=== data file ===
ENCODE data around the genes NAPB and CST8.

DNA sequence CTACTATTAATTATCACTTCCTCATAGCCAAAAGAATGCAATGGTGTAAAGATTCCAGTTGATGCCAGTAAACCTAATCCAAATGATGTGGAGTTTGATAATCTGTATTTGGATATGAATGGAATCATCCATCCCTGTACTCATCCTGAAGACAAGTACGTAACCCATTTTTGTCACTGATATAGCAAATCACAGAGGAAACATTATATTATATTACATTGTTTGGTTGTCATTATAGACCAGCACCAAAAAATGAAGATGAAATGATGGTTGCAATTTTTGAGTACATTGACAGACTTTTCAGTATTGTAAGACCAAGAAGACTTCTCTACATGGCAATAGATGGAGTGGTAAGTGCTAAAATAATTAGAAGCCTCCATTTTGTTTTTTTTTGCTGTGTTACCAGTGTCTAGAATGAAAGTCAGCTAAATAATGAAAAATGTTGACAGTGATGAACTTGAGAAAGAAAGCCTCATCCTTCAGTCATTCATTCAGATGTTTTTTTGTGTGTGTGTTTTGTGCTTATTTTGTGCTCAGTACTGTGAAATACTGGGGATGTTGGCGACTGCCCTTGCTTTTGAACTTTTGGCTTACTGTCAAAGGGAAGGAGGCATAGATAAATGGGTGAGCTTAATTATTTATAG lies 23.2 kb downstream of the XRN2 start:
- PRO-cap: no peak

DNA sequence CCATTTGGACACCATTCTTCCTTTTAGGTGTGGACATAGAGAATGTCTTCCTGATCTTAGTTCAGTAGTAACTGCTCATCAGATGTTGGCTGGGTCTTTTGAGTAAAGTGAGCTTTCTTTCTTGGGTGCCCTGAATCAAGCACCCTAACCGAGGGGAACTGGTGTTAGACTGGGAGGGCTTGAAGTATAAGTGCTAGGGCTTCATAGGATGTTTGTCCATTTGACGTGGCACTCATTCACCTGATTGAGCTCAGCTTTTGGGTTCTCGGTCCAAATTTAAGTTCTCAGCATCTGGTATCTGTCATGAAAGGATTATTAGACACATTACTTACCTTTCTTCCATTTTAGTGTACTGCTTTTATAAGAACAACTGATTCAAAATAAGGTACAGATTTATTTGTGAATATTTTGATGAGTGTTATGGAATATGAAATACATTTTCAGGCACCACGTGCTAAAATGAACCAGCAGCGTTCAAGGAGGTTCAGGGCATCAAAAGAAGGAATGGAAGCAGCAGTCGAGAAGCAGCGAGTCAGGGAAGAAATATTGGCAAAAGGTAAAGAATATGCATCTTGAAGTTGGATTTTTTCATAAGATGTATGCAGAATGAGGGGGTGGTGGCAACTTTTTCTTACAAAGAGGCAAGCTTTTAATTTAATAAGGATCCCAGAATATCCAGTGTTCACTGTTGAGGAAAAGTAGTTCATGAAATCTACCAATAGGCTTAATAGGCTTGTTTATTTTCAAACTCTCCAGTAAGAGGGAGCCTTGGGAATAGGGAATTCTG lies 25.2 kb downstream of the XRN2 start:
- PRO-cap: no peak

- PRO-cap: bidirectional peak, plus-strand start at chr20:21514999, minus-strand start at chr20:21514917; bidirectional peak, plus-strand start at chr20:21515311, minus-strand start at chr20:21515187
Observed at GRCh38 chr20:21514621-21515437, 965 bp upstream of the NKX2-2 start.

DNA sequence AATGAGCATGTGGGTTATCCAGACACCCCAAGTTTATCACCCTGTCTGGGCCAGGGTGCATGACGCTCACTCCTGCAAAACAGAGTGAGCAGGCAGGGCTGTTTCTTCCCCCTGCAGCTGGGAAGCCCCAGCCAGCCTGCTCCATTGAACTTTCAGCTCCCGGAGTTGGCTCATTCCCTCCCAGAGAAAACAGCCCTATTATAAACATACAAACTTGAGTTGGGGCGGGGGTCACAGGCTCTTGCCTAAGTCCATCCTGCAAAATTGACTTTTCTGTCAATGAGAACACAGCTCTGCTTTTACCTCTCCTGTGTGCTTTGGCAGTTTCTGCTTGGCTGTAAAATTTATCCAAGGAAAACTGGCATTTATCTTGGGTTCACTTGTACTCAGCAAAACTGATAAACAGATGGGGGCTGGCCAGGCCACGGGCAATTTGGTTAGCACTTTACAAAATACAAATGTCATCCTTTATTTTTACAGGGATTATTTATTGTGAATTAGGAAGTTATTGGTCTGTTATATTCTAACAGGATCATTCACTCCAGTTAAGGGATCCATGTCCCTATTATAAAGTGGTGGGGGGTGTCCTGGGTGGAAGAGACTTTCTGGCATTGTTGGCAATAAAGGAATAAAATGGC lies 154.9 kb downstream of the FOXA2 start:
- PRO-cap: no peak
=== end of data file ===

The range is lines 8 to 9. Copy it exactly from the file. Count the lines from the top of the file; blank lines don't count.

DNA sequence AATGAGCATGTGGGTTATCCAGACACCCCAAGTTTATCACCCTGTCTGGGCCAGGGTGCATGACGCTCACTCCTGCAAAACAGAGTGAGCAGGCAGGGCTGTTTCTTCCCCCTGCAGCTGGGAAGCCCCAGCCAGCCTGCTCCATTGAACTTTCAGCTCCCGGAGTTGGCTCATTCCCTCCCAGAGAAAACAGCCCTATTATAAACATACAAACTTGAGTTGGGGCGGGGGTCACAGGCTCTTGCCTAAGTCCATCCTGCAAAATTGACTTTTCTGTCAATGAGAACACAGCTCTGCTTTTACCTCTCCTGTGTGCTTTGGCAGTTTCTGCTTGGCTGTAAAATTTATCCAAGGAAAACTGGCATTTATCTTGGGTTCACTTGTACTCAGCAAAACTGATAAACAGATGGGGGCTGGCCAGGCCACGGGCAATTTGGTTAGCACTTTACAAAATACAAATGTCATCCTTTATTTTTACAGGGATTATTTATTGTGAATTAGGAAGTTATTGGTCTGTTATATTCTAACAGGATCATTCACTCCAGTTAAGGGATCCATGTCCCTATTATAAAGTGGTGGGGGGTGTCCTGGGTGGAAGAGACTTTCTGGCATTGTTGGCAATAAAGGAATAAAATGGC lies 154.9 kb downstream of the FOXA2 start:
- PRO-cap: no peak